While it would take money to acquire the Native American Center for the Living Arts, commonly known as the Turtle, vision will be required to restore the dream of a Native history and cultural center.
The fact that it has been vacant for 22 years shows that breathing life back into this moribund building on what should be a prime spot in Niagara Falls will not be easy.
So far, no one in city leadership or the current ownership of the property has shown the willingness or capacity to move forward on any project. That may be about to change. Gov. Andrew M. Cuomo last month announced a plan that would have the state buy and then seek developers for vacant buildings along the edge of the Niagara Falls State Park. The Turtle is one of those properties.
The three-story, 67,000-square-foot-building was designed by Arapaho architect Dennis Sun Rhodes in the shape of a turtle, referencing the Haudenosaunee story that North America was created on the back of a giant turtle.
It opened in 1981 and featured “displays of Native artifacts and art, hosted pow-wows, musical and dance performances, film and theatrical presentations and frequent school tours and provided offices for the award-winning magazine Turtle Quarterly,” as News reporter Anne Neville wrote.
Built with federal, state and city loans and grants, it bowed to the pressure of inconsistent funding and mounting tax and utility bills and closed in 1995. Some artifacts and furnishings were seized by the Internal Revenue Service to satisfy tax liens.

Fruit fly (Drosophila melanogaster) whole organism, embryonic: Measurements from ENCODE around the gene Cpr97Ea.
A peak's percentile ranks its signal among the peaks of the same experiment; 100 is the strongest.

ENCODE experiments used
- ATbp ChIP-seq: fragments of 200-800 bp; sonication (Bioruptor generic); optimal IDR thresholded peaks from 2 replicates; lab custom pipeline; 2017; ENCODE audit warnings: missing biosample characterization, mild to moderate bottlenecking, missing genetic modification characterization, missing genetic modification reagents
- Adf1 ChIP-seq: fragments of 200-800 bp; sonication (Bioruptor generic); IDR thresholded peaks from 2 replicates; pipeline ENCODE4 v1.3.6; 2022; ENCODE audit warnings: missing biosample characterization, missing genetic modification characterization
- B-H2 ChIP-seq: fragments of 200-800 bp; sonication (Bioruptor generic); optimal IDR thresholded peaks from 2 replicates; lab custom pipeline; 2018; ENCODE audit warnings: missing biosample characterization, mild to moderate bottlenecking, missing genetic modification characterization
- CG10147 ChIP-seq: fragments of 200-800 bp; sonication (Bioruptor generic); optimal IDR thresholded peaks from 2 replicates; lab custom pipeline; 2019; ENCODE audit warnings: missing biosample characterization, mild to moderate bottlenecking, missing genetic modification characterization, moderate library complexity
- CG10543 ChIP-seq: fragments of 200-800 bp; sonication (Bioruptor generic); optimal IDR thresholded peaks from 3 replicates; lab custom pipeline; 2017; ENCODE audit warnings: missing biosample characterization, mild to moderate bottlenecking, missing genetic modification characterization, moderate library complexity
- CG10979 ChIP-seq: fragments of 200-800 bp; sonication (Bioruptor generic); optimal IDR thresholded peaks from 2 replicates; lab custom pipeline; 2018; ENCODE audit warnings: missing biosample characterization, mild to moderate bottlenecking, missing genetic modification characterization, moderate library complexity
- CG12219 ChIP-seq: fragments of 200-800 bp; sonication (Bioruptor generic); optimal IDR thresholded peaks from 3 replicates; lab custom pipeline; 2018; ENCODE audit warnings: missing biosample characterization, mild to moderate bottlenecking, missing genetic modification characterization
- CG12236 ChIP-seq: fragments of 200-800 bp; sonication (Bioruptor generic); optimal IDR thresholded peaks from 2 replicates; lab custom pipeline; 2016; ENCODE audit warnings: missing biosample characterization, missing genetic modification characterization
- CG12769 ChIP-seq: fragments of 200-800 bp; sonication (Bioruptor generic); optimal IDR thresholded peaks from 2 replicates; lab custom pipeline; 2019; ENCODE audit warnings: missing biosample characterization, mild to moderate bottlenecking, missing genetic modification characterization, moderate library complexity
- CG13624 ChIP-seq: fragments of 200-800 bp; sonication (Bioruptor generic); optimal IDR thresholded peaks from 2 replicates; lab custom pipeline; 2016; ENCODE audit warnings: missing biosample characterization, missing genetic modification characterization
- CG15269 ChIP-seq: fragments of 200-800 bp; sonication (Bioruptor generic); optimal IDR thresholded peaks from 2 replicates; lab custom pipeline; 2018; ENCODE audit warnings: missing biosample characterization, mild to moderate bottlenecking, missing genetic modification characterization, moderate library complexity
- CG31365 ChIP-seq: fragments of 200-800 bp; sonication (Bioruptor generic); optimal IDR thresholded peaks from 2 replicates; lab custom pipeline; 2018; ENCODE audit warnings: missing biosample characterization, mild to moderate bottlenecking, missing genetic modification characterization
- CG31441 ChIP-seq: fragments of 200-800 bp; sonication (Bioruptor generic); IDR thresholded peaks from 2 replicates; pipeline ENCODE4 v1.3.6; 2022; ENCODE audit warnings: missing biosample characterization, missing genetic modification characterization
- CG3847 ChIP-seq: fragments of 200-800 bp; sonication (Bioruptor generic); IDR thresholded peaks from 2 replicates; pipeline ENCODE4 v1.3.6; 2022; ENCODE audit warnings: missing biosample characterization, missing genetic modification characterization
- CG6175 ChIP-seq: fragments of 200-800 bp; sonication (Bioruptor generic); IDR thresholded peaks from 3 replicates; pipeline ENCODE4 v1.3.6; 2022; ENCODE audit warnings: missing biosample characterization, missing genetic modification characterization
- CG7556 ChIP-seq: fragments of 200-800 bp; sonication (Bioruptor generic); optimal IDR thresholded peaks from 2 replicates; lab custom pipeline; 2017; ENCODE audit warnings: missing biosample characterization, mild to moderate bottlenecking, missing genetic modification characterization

In 1997, Niagara Falls Redevelopment, backed by Toronto’s Edwin A. Cogan and New York City billionaire Howard Milstein, amassed more than 200 acres of land downtown, including the Turtle, in return for $140 million of investment in facilities and tourist attractions over an eight-year period. It was a bad deal made worse by broken promises to revitalize the structure as an entertainment and cultural center. The building just sits, serving as an embarrassing symbol of blight and lack of imagination.
Cuomo’s mid-January announcement could change direction for the Turtle and other nearby vacant or underused properties. The governor offered strong hints that the properties could be purchased by the state in a Strategic Land Acquisition Program, as the second part of the Buffalo Billion economic development program.
Many of the properties could lend themselves to retail, residential or commercial uses. But the Turtle is different. It was built for a specific purpose and it would be wrong to devote it to a budget restaurant or cheap souvenirs.
If acquired by the state, officials need to do everything in their power to return it to its core cultural mission celebrating Native history and life. It will need professional management, but it should be controlled by the Native community. Members of that community should be prepared to step in if the opportunity arises.
They will need the vision to overcome the obstacles that made the Turtle financially unworkable by applying good fiscal management, leveraging assets and combining community and private donations with some public funding.
A three-minute YouTube video – Turtle Site Virtual Tour – offers a computer-generated tour of the building, spotlighting the lost opportunity.
The state should acquire the Turtle and lay the groundwork for its rebirth as part of the long-overdue effort to restore luster to this tourist mecca.